The 4 Basic Needs of Corals

What Do Reef Corals Require to Survive?

Colonial Zoanthids (Caribbean)

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All corals have four basic needs required to survive -- water quality, food, light, and water movement. In general, hard or SPS/LPS corals are not as flexible as their soft coral cousins, making Mushrooms, Zoanthids, Polyps and Leather Corals some of the favorites for both novice and experienced reef-keepers alike.However, there are a number of hard corals which are actually quite forgiving and seem to adapt well to marine aquarium life.

Listed below are the 4 basic requirement categories of corals, each of which includes important points that pertain to them. However, keep in mind that corals can be finicky. Species within any given genus can have widely varied light, current, water quality, or other special needs, which makes it essential that any individual coral species be researched thoroughly before buying it.

Water Quality

  • Trace Minerals & Elements in the right concentrations are essential for all corals to be able to perform the chemical reactions required to process food, grow and reproduce.
  • Calcium
  • Minimum level 400 ppm.
  • Ideal level 450 ppm.
  • Strontium
  • Iodine
  • Magnesium
  • Ammonia is the most commonly occurring toxin found in marine aquariums.and, even in only small concentrations is the cause of a number of maladies in both marine fish, invertebrates, and corals.
  • While there will always be at least trace amounts of ammonia in an aquarium with fish present, the level should be near zero for the best outcome.
  • Nitrite
  • Should be zero.
  • Nitrate
  • Should be well below 10 ppm, but optimally as close to zero is best.
  • Phosphate
  • Should be below 0.3 ppm
  • pH
  • 8.2-8.4 acceptable range.


Food for corals takes many forms. Corals need a lot more than light with the majority of their nutritional requirements being fulfilled by the contents of the "soup" they live in which contains everything -- the plankton as well as the dissolved organic compounds in the oceans.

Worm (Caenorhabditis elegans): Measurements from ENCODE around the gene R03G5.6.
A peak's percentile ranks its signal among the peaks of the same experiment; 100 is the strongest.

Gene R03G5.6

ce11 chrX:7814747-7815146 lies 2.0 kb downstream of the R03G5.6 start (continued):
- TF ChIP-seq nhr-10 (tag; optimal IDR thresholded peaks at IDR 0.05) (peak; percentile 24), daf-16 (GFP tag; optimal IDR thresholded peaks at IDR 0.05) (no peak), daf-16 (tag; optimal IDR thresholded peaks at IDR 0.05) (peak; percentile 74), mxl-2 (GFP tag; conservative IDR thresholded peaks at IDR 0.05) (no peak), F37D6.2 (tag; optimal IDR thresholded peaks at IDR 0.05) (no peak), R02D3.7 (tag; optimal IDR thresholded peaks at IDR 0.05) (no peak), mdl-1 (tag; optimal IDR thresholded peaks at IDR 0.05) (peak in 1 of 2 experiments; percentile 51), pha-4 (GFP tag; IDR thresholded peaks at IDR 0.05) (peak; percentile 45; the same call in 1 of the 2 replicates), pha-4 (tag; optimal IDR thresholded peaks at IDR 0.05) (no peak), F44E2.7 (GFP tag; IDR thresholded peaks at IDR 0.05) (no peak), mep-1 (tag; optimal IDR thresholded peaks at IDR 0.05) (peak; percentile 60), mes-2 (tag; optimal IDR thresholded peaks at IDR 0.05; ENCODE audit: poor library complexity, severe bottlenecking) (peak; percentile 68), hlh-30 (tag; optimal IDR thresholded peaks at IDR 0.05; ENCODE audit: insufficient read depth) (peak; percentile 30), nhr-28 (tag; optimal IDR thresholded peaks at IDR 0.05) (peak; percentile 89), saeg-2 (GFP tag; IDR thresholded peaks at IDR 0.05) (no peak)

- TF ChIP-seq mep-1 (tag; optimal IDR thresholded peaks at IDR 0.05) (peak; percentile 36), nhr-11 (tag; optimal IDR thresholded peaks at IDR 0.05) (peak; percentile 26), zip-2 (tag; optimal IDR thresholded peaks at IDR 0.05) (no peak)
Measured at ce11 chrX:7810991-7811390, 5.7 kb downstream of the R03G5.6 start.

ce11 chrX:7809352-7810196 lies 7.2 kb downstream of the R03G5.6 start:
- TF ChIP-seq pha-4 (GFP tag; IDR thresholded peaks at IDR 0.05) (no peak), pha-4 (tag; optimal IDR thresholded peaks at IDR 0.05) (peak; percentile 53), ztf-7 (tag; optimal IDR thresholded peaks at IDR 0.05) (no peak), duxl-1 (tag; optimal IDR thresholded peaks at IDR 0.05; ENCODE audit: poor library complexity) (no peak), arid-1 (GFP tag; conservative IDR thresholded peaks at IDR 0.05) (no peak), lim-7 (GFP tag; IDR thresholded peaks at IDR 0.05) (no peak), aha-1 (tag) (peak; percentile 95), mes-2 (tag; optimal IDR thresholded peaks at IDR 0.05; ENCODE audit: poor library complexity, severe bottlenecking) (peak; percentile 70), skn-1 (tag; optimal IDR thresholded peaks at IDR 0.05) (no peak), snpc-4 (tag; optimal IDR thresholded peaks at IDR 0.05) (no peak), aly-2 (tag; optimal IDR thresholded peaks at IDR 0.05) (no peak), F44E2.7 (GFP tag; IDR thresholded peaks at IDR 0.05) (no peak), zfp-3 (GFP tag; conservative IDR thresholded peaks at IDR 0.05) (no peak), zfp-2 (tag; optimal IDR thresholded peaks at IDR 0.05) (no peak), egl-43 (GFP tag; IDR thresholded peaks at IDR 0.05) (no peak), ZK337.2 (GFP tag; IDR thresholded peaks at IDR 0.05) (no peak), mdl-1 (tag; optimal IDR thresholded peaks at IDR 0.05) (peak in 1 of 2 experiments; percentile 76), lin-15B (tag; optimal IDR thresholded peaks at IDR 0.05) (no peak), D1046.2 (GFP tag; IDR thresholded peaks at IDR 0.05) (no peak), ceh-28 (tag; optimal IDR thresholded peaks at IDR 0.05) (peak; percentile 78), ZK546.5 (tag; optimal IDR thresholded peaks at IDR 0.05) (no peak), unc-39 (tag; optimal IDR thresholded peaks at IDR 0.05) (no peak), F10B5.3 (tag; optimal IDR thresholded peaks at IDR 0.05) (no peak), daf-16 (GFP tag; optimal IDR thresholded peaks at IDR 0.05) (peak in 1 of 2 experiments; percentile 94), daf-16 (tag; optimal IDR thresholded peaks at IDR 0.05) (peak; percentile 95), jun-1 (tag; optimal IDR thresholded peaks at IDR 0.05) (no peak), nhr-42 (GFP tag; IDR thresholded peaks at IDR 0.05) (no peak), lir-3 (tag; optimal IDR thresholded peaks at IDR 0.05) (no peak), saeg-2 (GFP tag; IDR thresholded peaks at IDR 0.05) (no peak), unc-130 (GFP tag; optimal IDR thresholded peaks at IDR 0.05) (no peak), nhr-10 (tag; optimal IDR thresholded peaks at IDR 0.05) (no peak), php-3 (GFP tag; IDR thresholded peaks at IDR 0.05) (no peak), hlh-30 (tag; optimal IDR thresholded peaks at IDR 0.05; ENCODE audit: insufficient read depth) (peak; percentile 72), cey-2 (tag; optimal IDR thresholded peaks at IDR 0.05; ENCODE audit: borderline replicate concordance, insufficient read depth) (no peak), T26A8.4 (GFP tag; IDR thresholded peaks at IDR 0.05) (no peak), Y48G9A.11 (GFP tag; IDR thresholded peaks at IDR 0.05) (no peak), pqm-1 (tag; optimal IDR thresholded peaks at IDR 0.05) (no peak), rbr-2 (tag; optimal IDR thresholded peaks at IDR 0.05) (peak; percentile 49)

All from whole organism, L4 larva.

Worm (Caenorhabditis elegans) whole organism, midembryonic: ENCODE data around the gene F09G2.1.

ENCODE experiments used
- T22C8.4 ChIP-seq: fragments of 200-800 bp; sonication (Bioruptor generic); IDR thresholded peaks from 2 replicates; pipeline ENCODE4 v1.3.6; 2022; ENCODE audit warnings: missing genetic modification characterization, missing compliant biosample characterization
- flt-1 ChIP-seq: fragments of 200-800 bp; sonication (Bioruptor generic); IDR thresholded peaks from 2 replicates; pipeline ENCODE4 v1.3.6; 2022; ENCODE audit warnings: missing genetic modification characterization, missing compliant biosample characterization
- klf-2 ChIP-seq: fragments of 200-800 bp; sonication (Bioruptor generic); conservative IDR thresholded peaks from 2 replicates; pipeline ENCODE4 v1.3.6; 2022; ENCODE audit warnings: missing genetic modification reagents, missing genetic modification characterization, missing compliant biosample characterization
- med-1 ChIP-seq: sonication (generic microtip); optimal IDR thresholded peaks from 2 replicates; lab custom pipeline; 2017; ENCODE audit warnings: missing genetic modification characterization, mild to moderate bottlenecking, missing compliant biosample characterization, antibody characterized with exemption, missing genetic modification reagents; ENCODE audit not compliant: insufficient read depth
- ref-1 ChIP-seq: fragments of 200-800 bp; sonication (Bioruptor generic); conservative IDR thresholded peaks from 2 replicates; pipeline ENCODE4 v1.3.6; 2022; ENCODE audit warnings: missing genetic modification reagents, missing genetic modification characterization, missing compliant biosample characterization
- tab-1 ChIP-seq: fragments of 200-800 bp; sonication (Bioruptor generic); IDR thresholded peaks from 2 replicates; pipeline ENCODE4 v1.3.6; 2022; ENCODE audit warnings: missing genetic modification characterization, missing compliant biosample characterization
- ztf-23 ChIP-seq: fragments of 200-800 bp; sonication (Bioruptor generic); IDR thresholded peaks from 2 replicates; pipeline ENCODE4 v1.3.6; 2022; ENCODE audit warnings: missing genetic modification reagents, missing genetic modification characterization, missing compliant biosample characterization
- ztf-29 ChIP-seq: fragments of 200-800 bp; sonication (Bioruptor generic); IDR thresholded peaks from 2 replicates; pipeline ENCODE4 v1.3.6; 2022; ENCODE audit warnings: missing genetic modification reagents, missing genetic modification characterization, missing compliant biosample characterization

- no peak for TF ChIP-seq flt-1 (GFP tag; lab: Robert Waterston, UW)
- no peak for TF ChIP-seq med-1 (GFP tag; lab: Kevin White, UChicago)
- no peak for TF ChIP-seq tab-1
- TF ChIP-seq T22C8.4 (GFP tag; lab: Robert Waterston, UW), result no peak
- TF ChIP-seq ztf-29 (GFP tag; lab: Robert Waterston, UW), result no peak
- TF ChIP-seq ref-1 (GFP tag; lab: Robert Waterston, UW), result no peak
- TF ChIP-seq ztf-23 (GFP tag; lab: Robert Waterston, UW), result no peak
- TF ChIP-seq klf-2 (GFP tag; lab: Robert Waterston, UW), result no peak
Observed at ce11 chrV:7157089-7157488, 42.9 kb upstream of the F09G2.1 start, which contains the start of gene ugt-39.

The amount and intensity of light required vary by quite a bit, depending on the coral species and, to a great degree, the depth it is found at in the wild. The deeper the water, the more light is filtered out before it reaches the coral. Corals which require a lot of light will not be found in the deeper waters outside the reef.

As a general rule, hard (SPS and LPS) corals require more light than soft corals.

Water Movement

  • Alkalinity
  • 3.2-4.5 meq/L considered optimum.
  • Temperature
  • 80-84°F
  • Salinity
  • 1.025 to 1.027 (specific gravity of natural sea water) is considered optimal.
  • Zooplankton
  • Requirements vary by coral species and plankton type (Phyto, Bacterio, Pseudo, Macro, Micro, Nano, and Pico).
  • Dissolved Organic Compounds
  • Although some corals derive nutrients from broken down organic matter suspended in the water column, DOCs should not be allowed to accumulate in excess, as this, in turn, leads to the build-up of nitrate in the aquarium. The use of a good quality protein skimmer helps to keep DOC levels down.
  • Requirements vary by coral species.
  • Soft corals generally require less light, while those hard corals that live by photosynthesis need more intense light.
  • For stony photosynthetic species, the lack of adequate lighting, as well as other environmental factors can result in coral bleaching.
  • Requirements vary by coral species.
  • Some corals require a water surge to flush debris from their surfaces.

Care should be taken when mixing different corals in an aquarium. As an example: some corals do not "play well" with certain other coral types in a closed aquarium system. Many soft corals (i.e. Actinodiscus) should not be placed near most LPS/SPS corals, as they may have a detrimental effect on some hard corals.

It cannot be overstressed -- do the research before buying anything! That said, refer to 10 Easy Corals for a list of both soft and hard species considered by many marine aquarists to be among the easiest to keep in a reef tank.

  ~Stan & Debbie Hauter